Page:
This decrease was also expected, Hull said, as Novartis has been "very successful in placing Tigris in high-volume blood banks, with more than 300 in the field today." Given that the company saw a record number of installations in 2010, "opportunities for additional blood bank sales will be limited," Hull said. "Accordingly, we expect instrument sales to Novartis to decline from 2010 levels until Panther comes online for blood-screening applications in 2012."
Despite these weak results, Hull noted that total blood screening revenues were up 3 percent for full-year 2010, reflecting the "stable, slow-growing, and highly profitable business we have described to you in the past." Assay sales also increased by about the same amount, which was "better than the flat growth rate reported by our primary competitor earlier this month," Hull added, without elaborating.
Hull also discussed the early days of Panther's uptake, and how it complements the company's flagship Tigris instrument, already on the market in both the US and Europe. He said that currently, there are more than 250 Tigris instruments running in molecular diagnostic labs around the world, and that Gen-Probe was "leveraging the same capabilities with Panther."
Specifically, Panther uses the same core suite of technologies as Tigris, including a proprietary "target capture" technique based on capture oligomers and magnetic microparticles; and transcription-mediated amplification, which the company says can produce billions of RNA amplicons from a single target molecule in less than one hour.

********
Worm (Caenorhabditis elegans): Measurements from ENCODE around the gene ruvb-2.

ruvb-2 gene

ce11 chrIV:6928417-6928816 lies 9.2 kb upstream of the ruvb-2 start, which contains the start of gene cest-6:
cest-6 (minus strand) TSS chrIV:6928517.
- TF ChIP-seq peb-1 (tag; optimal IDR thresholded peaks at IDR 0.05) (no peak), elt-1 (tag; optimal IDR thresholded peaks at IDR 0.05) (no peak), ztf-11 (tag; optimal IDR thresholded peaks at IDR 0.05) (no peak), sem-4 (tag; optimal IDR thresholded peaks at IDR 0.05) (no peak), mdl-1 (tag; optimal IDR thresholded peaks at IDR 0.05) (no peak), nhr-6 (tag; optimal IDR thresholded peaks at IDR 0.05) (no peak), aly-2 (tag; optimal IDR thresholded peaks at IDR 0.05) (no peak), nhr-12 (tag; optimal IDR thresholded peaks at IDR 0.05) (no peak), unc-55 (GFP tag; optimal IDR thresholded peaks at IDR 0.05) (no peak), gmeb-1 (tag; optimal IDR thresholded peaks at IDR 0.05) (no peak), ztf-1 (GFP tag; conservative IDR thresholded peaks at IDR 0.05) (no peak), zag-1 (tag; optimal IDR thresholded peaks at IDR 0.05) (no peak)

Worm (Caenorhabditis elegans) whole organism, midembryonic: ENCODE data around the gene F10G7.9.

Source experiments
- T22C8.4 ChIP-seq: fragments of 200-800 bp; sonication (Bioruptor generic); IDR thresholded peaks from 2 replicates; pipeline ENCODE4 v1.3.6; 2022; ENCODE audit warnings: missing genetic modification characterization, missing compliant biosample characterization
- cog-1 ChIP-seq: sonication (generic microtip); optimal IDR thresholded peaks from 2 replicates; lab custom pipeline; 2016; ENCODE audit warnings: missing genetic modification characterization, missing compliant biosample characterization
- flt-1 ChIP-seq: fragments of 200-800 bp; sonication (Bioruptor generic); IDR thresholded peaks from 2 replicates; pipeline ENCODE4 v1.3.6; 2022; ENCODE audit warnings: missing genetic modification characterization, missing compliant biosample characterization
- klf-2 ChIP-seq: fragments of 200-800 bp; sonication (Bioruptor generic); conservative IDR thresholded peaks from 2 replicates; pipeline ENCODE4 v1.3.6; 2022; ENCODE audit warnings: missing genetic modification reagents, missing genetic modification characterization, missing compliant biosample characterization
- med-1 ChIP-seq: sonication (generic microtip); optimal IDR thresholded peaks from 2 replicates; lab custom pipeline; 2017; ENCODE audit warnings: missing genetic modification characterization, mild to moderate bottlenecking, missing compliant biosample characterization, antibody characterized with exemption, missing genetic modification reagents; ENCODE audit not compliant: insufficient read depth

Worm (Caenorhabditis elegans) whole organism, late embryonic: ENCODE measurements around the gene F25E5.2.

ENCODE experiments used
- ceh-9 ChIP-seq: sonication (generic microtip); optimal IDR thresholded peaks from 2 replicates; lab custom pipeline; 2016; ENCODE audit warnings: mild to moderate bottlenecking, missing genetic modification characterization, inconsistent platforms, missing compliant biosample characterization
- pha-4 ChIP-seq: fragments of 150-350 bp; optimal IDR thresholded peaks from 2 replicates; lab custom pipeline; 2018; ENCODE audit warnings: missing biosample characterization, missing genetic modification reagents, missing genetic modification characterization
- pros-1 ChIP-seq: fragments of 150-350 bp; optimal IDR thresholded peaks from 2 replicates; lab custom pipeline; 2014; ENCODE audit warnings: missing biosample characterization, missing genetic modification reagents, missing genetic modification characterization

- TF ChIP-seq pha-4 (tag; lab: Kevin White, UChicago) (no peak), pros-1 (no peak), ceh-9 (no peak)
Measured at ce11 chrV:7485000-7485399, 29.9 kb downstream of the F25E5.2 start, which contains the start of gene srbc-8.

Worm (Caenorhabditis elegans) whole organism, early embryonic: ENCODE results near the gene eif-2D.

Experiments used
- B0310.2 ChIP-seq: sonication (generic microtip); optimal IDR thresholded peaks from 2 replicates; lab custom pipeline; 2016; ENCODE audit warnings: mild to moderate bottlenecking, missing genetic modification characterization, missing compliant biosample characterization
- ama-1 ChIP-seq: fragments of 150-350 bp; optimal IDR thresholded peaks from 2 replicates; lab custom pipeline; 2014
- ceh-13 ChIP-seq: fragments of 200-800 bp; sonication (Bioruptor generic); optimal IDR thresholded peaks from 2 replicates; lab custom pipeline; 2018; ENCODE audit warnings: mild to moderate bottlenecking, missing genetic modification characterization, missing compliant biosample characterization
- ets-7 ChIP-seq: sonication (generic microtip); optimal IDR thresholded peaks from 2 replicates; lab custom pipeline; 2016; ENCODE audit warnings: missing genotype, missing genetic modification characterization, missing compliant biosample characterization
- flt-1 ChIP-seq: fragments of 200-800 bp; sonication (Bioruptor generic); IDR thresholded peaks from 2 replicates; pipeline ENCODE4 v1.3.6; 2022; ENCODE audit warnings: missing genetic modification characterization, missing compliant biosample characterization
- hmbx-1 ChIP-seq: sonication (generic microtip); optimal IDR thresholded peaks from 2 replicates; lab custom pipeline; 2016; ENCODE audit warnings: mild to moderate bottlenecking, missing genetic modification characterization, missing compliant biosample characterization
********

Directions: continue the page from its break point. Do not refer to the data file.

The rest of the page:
"We are very pleased with the early days of Panther commercialization," Hull said. "We held our formal European launch meeting in January, which was attended by about 60 potential Panther customers … and feedback remains positive."
As such, he said, Gen-Probe "remain comfortable with instrument placement forecasts for the year." The company had previously forecast a few dozen placements of the instrument in 2011.
In response to an investor's question regarding whether certain factors could drive this expectation up, Hull said that while Gen-Probe sees a lot of upside with Panther over the life of the instrument, "we recognize that we're doing our first major instrument launch outside of our home market, that being Europe … and I think we've planned conservatively in light of that fact.
"Time will tell, especially as we get toward the middle of the year, and we'll get a better feeling for the uptake of the instrument," Hull added. He said that word of mouth and continued positive feedback could accelerate Panther uptake in the second half of the year, but that instrument placements might not even be as crucial as the increased assay volume and resulting sales that might occur as a result of Panther sales.